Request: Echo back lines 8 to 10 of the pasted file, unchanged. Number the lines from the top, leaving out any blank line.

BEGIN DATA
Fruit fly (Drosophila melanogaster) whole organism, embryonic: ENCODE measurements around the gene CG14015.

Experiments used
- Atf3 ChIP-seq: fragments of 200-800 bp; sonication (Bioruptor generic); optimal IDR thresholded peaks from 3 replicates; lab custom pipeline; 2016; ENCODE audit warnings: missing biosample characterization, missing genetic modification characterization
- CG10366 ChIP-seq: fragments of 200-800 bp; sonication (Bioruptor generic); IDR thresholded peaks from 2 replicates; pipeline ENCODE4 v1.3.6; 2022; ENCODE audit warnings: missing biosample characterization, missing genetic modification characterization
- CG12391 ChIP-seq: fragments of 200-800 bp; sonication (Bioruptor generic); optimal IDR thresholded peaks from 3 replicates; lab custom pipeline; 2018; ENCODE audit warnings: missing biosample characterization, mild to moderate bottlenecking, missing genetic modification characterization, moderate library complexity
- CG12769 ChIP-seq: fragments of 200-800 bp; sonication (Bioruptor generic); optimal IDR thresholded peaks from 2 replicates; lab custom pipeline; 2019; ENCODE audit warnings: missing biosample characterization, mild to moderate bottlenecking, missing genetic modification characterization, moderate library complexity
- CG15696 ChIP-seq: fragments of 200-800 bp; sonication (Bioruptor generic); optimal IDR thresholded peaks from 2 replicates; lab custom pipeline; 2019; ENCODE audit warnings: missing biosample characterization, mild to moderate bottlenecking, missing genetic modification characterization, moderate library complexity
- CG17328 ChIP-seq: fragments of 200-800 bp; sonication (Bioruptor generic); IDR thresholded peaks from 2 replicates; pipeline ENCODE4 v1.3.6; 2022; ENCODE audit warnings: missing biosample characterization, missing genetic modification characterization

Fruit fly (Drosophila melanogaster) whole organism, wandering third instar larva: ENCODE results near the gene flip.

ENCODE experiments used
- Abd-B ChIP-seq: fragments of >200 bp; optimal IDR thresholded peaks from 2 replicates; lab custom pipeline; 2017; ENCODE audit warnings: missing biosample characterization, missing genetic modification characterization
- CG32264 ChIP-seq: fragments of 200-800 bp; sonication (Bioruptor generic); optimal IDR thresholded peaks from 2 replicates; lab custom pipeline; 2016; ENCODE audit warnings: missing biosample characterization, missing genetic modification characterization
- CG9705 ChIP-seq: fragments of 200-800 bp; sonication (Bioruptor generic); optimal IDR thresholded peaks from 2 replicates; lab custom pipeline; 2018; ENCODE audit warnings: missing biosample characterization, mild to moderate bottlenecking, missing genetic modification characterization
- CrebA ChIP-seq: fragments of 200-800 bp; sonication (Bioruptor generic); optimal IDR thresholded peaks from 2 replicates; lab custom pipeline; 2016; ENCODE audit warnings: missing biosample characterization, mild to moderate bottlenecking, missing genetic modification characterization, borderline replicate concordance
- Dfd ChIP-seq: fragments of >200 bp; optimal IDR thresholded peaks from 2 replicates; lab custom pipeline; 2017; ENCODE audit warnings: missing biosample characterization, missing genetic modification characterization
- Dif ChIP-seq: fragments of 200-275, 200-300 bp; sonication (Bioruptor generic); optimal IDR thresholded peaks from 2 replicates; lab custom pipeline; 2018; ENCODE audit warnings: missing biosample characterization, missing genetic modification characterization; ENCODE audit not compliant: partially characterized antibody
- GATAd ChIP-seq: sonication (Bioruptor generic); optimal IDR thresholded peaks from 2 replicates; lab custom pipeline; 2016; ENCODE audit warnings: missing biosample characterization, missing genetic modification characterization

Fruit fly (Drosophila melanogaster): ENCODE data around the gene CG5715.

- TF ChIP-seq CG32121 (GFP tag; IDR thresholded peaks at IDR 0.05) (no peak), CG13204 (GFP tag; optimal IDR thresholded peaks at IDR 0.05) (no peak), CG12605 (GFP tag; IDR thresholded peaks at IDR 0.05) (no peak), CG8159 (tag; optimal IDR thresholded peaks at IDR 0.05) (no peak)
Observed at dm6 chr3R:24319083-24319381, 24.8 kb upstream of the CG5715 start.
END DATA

- CG17328 ChIP-seq: fragments of 200-800 bp; sonication (Bioruptor generic); IDR thresholded peaks from 2 replicates; pipeline ENCODE4 v1.3.6; 2022; ENCODE audit warnings: missing biosample characterization, missing genetic modification characterization

Fruit fly (Drosophila melanogaster) whole organism, wandering third instar larva: ENCODE results near the gene flip.

ENCODE experiments used